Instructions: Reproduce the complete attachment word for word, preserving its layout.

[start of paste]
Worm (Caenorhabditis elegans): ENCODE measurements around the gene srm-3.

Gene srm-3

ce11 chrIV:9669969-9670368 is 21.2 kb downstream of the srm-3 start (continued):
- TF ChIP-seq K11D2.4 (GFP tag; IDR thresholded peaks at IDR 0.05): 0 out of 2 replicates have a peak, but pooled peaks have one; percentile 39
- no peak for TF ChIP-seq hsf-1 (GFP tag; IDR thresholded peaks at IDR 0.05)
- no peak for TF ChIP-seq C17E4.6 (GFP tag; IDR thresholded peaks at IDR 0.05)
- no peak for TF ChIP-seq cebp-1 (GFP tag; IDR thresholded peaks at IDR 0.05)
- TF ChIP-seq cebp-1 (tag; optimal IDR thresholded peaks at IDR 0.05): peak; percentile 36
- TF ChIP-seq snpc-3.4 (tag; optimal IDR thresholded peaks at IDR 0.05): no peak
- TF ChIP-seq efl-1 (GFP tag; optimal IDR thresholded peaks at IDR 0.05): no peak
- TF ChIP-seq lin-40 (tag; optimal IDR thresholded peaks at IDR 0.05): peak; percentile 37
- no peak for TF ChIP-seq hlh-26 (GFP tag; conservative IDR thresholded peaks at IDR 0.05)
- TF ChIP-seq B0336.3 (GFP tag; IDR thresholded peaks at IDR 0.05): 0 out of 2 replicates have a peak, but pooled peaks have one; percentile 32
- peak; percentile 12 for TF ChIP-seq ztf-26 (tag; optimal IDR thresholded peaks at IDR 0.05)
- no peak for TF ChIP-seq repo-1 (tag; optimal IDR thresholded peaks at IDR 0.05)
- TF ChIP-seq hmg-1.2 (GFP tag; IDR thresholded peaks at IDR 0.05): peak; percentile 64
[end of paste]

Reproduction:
Worm (Caenorhabditis elegans): ENCODE measurements around the gene srm-3.

Gene srm-3

ce11 chrIV:9669969-9670368 is 21.2 kb downstream of the srm-3 start (continued):
- TF ChIP-seq K11D2.4 (GFP tag; IDR thresholded peaks at IDR 0.05): 0 out of 2 replicates have a peak, but pooled peaks have one; percentile 39
- no peak for TF ChIP-seq hsf-1 (GFP tag; IDR thresholded peaks at IDR 0.05)
- no peak for TF ChIP-seq C17E4.6 (GFP tag; IDR thresholded peaks at IDR 0.05)
- no peak for TF ChIP-seq cebp-1 (GFP tag; IDR thresholded peaks at IDR 0.05)
- TF ChIP-seq cebp-1 (tag; optimal IDR thresholded peaks at IDR 0.05): peak; percentile 36
- TF ChIP-seq snpc-3.4 (tag; optimal IDR thresholded peaks at IDR 0.05): no peak
- TF ChIP-seq efl-1 (GFP tag; optimal IDR thresholded peaks at IDR 0.05): no peak
- TF ChIP-seq lin-40 (tag; optimal IDR thresholded peaks at IDR 0.05): peak; percentile 37
- no peak for TF ChIP-seq hlh-26 (GFP tag; conservative IDR thresholded peaks at IDR 0.05)
- TF ChIP-seq B0336.3 (GFP tag; IDR thresholded peaks at IDR 0.05): 0 out of 2 replicates have a peak, but pooled peaks have one; percentile 32
- peak; percentile 12 for TF ChIP-seq ztf-26 (tag; optimal IDR thresholded peaks at IDR 0.05)
- no peak for TF ChIP-seq repo-1 (tag; optimal IDR thresholded peaks at IDR 0.05)
- TF ChIP-seq hmg-1.2 (GFP tag; IDR thresholded peaks at IDR 0.05): peak; percentile 64